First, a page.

We demonstrate a two-handed metamaterial (THM), composed of highly symmetric three-layered structures operated at normal incidence. Not only does the THM exhibit two distinct allowed bands with right-handed and left-handed electromagnetic responses, but posses a further advantage of being independent to the polarizations of external excitations. In addition, the THM automatically matches the wave impedance in free space, leading to maximum transmittances about 0.8 dB in the left-handed band and almost 0 dB in the right-handed band, respectively. Such a THM can be employed for diverse electromagnetic devices including dual-band bandpass filters, ultra-wide bandpass filters and superlenses.
© 2008 Optical Society of America
It is an interesting observation that the right-handed systems appear to prevail in nature- for example, the major population of right-handed people, the right-handed helix of deoxyribonucleic acids (DNA) traced by the sugar-phosphate backbone  and certainly, electromagnetic (EM) responses of materials in which electric field E, magnetic field H, and wave vector k form a right-handed triplet of vectors. Although rare, the left-handed systems do exist in nature such as left-handed people and left-handed helical DNAs , the lefthanded EM response in naturally occurring materials remains missing. Recently, a new class of artificially constructed sub-wavelength structures termed as metamaterials , possesses unprecedented EM properties to revise new chapters in electromagnetics. One revolutionary example is a negative-refractive-index medium [4–7], whose electric permittivity and magnetic permeability are negative simultaneously so that the relationship among E, H and k turns to be left-handed, leading to striking EM behaviors like inverse Snell’s law [7, 8], inverse Doppler shift , inverse Cerenkov effect , and superlensing effect [11, 12]. More interestingly, naturally occurring systems in fact allow the co-existence of both right-handed and left-handed sets (e.g., clearly observed in human beings and DNAs). As a consequence, to further enrich the possible EM properties of materials, in this letter we present a highly symmetric two-handed metamaterial (THM) to exhibit two distinct sets of EM responses. The designed THM and its corresponding geometric parameters are detailed in Fig. 1, presenting a four-fold symmetric periodic array composed of two metal discs sandwiching a dielectric layer to eventually form a continuous structure connected by very narrow metal “necks” with one another.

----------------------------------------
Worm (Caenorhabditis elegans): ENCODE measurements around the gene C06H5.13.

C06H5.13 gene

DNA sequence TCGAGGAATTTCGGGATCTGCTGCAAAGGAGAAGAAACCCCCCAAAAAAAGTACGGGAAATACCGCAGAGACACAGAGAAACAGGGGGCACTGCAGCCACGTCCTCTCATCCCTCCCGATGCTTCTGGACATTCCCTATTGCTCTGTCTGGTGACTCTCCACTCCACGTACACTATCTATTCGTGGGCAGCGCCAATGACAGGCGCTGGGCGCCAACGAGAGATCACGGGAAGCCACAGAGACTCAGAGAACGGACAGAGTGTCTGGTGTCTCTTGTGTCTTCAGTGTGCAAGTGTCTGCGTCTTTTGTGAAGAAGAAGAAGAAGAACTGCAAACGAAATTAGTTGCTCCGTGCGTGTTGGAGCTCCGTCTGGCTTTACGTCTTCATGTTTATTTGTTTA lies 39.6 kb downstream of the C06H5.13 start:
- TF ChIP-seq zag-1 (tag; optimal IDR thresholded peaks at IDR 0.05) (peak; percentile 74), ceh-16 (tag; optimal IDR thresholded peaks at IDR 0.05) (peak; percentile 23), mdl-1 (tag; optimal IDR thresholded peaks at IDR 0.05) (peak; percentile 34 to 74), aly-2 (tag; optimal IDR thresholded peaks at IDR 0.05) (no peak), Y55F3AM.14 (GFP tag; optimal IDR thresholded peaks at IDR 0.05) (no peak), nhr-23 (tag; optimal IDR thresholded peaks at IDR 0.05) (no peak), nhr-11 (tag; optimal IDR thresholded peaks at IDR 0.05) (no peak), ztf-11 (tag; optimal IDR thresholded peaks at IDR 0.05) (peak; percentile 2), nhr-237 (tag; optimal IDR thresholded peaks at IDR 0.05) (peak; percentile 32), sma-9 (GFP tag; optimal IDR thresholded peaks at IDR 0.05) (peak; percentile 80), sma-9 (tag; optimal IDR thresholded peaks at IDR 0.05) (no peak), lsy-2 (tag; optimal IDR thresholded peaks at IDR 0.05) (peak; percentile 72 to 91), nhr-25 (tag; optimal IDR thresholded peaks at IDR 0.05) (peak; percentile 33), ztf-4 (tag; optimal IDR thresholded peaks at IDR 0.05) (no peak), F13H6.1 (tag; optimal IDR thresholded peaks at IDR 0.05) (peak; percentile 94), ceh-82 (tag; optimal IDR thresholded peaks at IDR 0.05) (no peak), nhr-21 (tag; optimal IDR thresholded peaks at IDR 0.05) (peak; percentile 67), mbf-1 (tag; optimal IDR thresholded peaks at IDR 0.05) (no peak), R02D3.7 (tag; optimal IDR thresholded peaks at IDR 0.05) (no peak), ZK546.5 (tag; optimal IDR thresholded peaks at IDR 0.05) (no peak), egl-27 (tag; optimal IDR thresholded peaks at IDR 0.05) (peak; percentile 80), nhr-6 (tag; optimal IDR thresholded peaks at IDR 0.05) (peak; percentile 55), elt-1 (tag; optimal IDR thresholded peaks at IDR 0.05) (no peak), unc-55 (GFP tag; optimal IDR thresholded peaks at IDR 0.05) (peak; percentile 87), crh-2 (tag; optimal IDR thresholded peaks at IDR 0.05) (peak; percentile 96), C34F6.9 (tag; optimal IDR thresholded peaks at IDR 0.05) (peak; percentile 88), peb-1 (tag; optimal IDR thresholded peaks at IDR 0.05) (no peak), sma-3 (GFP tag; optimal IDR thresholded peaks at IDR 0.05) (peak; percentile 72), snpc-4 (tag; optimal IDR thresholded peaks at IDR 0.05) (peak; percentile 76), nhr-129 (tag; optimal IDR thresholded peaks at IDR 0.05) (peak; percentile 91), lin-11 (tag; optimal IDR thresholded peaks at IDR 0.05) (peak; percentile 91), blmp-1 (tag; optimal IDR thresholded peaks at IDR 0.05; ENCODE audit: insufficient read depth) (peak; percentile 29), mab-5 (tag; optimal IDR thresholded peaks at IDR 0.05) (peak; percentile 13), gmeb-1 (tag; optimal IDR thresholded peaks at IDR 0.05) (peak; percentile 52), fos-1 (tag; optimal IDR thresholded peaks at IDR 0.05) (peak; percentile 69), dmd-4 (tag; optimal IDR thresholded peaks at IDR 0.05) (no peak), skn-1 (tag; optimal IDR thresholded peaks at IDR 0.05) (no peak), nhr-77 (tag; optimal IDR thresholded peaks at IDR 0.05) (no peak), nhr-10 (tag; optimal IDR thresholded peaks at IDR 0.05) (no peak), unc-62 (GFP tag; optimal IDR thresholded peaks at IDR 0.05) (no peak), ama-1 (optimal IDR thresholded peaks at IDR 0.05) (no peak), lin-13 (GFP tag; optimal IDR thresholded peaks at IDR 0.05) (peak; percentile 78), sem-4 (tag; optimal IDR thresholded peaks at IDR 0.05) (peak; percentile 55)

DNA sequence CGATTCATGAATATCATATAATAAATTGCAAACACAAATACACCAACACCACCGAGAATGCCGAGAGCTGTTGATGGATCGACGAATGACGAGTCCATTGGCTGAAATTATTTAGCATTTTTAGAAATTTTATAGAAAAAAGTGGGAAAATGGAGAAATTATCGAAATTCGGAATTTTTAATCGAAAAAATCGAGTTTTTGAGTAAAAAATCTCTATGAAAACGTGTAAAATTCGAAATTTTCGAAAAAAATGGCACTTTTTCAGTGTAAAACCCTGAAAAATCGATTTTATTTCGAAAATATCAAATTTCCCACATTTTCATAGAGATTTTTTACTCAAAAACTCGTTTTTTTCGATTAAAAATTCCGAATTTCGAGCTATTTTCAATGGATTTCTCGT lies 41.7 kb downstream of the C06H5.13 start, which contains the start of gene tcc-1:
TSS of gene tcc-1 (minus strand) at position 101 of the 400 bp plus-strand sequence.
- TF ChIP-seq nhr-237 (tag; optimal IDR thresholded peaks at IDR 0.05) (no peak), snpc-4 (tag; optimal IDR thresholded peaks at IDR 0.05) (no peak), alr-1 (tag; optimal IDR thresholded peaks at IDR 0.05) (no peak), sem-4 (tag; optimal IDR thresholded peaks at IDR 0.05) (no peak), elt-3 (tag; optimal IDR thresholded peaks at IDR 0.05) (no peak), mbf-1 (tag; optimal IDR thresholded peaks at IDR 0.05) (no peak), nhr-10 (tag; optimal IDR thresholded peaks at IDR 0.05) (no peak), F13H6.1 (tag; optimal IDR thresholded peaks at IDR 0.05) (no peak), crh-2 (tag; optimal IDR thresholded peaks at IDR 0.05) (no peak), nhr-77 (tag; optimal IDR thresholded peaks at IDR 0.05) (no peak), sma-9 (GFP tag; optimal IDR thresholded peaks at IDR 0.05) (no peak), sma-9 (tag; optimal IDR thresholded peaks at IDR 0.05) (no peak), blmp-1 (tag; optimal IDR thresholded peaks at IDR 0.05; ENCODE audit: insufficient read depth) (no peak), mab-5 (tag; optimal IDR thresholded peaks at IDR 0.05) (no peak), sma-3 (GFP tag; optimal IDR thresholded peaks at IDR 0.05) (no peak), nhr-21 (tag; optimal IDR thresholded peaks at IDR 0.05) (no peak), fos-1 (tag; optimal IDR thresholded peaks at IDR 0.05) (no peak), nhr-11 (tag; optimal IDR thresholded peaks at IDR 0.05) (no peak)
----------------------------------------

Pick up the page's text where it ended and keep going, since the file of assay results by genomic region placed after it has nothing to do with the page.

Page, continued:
In accordance with the dynamic Maxwell’s equations, as applying external excitations normal to the THM (i.e., along z-axis), the time-varying magnetic flux oscillating along the yaxis introduces antiparallel surface currents vertically (along the x-axis) within the two metal plates against the changing magnetic flux  and then results in artificial magnetic dipole moments oscillating along the y-axis. Established from the induced antiparallel surface currents, an L-C resonance occurs where the capacitance comes from the opposite charges in these two insulated metal plates and the inductance comes from the entire metals themselves, giving rise to a negative effective permeability (µeff) when such a magnetic response turns to be out-of-phase at frequencies just above the resonant frequency. Meanwhile, the metal stripes along E-field also contribute an additional shunt inductance, providing a negative effective permittivity (εeff) in the THM . As a result, the THM exhibits both negative µeff and εeff at the same time to introduce the left-handed response (e.g., negative refraction) [3, 6]. On the other hand, once this sandwiched structure is at its off-resonance frequency, it exhibits a positive refractive index to behave the conventional right-handed response.
2. The measurement and simulation